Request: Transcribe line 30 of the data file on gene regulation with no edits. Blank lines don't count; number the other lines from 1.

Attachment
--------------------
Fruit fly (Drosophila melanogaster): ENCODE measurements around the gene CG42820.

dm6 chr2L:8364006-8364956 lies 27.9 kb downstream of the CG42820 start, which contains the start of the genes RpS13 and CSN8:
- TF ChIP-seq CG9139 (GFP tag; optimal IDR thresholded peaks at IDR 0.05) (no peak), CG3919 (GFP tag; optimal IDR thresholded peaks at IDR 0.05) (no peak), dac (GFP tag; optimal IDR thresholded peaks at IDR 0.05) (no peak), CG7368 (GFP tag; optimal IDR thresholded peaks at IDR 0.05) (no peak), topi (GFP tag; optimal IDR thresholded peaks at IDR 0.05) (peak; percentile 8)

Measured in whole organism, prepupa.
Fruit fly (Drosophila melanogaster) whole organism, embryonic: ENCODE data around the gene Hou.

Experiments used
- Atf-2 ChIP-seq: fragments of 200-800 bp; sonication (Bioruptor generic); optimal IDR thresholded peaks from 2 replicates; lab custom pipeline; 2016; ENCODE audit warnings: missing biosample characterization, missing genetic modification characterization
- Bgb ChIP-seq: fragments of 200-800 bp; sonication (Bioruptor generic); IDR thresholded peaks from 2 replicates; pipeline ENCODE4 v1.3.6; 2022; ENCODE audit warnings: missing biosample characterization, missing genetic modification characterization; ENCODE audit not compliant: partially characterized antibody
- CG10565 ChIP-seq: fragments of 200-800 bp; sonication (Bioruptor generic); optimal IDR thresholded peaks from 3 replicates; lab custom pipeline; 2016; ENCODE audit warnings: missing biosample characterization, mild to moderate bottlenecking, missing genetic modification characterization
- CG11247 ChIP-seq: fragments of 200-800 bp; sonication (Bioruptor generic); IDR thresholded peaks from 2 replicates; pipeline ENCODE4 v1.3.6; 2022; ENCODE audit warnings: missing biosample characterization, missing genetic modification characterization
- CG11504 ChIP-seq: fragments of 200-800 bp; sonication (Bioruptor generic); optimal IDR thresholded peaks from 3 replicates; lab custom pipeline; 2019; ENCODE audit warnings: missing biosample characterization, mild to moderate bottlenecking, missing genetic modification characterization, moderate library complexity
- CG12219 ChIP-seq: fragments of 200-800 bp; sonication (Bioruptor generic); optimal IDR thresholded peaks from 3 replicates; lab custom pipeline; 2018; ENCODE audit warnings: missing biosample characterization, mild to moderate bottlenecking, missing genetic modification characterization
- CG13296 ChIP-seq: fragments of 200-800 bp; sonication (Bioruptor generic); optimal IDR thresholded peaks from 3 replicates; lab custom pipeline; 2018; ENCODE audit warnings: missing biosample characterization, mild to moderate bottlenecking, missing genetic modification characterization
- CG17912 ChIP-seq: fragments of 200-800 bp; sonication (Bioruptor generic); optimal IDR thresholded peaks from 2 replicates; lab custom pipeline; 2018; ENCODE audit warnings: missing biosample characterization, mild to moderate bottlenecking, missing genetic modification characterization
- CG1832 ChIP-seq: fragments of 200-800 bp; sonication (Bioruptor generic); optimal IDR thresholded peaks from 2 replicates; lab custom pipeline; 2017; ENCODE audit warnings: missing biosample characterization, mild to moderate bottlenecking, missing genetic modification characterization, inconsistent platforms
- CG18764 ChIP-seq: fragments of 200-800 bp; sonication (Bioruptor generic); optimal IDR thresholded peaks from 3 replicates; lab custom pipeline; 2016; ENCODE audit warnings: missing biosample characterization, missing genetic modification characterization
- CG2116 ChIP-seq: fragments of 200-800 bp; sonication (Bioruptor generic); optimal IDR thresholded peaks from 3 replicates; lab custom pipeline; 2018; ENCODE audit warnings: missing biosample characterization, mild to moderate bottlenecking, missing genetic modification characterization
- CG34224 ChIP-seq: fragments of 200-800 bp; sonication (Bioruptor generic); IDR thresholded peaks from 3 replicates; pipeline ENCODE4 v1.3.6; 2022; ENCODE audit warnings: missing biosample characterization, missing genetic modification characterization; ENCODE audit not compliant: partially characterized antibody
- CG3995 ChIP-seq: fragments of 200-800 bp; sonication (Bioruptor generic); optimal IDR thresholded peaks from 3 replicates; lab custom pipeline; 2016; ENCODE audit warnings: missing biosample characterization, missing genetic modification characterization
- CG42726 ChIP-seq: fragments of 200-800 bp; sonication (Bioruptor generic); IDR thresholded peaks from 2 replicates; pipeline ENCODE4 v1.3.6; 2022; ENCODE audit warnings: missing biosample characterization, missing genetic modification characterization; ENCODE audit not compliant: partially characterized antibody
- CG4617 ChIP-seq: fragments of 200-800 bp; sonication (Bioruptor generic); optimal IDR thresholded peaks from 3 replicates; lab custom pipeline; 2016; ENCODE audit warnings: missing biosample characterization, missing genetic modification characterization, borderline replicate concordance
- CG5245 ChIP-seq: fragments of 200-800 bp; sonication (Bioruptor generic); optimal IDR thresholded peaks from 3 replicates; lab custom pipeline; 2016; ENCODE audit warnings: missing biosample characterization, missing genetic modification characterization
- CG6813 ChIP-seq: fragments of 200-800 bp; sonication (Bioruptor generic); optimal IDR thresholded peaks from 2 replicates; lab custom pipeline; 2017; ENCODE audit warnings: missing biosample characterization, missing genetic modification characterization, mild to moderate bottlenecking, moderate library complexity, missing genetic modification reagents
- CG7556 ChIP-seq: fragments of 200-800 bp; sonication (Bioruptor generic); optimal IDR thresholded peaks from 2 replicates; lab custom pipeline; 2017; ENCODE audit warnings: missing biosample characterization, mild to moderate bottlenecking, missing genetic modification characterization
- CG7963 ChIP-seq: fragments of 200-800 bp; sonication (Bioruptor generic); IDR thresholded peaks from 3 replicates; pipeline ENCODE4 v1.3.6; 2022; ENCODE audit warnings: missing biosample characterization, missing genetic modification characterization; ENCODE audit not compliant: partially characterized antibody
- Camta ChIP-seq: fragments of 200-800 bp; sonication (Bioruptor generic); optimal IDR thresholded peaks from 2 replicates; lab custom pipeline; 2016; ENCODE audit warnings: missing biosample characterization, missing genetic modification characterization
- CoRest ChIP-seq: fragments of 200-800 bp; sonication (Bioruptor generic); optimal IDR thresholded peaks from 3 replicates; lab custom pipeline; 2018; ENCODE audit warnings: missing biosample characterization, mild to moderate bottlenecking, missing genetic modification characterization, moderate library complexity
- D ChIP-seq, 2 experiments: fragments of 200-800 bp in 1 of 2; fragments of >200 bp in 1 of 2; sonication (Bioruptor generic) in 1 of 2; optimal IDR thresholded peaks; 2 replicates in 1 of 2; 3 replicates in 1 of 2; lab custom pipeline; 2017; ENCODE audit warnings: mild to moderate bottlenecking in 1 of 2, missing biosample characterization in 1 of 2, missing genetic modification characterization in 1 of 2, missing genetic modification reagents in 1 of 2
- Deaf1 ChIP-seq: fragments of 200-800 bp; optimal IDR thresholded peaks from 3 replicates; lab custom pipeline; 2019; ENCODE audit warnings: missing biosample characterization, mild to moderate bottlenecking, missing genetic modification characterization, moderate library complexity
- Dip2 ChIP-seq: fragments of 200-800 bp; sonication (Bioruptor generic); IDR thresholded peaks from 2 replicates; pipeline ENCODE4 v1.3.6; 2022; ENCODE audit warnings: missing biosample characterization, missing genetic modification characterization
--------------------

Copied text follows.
- Dip2 ChIP-seq: fragments of 200-800 bp; sonication (Bioruptor generic); IDR thresholded peaks from 2 replicates; pipeline ENCODE4 v1.3.6; 2022; ENCODE audit warnings: missing biosample characterization, missing genetic modification characterization